Elizabeth, I think all of your caveats are important to consider.  Our intention is to own the land until we die and will it to either a permie or to the Texas Ornithological Society (I want the permie, my husband wants the Ornithological Society).  We may be able to have the land protected by a Conservancy for its primary purpose as habitat for native flora and fauna, but need to look into that more to see if it is feasible for our small tract (20 acres).  As it is, all the land along our stretch of road is deed-restricted against most forms of development besides homestead, farming, and wildlife management.

My deceased loved ones who have been buried in caskets all reside on land which I don't own.  Those who have been cremated have been returned to the Earth or the Sea.  In any case I don't have control over what happens to their particles, so I am not overly concerned about what happens to our remains once the meat is off our bones, which is supposed to only take a few weeks underground.  If for some reason our skeletons have to be dug up and moved, I hope no one is upset by it but instead thinks "Human skeletons?  How cool!"

 
Elizabeth Fournier
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Hi, Tyler. Thank you so much for your well-thought-out purpose, and for your very helpful comments for all who are reading.  For those of you who are new to this thread, please make sure you double check to make sure private land burial in your specific state, as well as your specific county, is legal.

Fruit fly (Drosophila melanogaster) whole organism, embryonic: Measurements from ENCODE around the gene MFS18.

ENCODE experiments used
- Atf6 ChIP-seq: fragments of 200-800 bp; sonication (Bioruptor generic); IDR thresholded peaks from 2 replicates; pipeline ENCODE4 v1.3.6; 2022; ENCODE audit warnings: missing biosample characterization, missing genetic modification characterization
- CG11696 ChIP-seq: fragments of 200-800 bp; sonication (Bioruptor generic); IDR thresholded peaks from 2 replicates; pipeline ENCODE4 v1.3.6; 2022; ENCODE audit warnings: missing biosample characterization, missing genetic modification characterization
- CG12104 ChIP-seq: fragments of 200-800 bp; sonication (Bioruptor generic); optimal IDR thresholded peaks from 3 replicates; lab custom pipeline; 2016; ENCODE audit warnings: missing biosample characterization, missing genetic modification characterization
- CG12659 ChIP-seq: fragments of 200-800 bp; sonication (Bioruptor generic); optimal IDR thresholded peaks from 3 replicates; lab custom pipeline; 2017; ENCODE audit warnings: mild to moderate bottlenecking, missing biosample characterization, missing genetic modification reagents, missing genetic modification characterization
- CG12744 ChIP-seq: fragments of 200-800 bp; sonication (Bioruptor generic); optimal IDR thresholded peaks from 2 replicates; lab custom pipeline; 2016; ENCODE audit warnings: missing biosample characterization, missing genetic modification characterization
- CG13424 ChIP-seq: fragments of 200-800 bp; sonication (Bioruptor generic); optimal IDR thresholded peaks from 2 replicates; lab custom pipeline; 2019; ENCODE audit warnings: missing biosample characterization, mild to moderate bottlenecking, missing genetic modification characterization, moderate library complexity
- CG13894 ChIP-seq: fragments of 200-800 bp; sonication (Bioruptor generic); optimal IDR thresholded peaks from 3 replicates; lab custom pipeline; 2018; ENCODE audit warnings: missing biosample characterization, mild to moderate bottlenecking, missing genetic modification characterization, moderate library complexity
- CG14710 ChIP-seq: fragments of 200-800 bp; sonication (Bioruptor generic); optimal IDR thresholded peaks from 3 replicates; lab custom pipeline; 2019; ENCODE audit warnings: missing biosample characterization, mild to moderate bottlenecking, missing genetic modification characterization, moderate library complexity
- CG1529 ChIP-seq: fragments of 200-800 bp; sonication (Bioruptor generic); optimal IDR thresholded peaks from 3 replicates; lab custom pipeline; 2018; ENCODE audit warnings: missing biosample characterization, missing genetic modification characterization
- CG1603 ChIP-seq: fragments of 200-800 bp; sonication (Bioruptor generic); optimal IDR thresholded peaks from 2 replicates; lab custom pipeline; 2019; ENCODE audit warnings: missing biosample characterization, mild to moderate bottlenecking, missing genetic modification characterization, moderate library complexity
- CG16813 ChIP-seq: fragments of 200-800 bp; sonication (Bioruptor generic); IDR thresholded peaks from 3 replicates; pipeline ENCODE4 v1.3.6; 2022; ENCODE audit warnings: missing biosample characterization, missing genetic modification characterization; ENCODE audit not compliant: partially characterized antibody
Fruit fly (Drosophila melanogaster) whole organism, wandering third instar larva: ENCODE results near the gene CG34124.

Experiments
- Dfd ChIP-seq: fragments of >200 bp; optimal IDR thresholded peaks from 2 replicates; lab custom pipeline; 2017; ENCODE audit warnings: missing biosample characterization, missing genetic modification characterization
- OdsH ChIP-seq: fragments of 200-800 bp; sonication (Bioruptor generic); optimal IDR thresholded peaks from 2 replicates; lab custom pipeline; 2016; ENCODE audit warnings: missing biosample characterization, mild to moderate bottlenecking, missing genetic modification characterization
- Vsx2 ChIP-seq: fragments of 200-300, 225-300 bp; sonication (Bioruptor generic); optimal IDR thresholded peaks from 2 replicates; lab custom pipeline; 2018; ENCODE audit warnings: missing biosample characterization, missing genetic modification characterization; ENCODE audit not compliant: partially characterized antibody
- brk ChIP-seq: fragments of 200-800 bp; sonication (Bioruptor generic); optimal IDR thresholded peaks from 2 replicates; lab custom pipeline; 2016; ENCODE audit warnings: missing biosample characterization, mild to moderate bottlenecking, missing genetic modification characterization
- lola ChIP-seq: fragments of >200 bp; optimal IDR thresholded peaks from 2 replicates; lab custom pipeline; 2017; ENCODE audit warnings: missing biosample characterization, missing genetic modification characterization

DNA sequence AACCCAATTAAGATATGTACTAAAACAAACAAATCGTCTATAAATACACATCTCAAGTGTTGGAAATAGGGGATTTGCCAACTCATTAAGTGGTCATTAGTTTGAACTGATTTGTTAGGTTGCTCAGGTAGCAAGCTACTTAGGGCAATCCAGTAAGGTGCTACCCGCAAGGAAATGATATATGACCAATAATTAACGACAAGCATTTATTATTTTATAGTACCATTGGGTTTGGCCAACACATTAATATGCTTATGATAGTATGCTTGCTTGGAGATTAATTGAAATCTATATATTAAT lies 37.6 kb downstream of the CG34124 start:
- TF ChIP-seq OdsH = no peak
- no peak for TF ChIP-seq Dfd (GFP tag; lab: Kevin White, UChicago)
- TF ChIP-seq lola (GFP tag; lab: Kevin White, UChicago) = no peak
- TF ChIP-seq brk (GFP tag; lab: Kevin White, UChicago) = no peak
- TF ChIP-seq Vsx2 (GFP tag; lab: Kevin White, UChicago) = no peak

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Hi, everyone, and welcome, Elizabeth!

When I first heard of green burial, I was immediately excited. At the time, I lived in Madison, Wisconsin, and a local non-profit opened up a green cemetery with natural burial as a small revenue generator for the other work they do promoting peace and justice and getting immigrant farmers back on arable land (they operate a farm incubator on the property): https://farleycenter.org. Erica Colmenares, it wasn't there at the Farley Center in Verona that your mom was buried, was it? It's an amazingly beautiful spot, and I think they do incredible work. The organization I worked for at the time held a small retreat/meeting there one year (another service offered by the Center) and we ambled through the sanctuary/cemetery on a break. Although I'd been a fan of their work in all areas for some time by then, it was the first chance I'd had to spend time there in person.

I'd love to know of other places making natural burial available -- especially in Arizona, where I am now -- as well as resources for doing it on one's own land legally. Would the best source for this information be your book, Elizabeth?
 
Elizabeth Fournier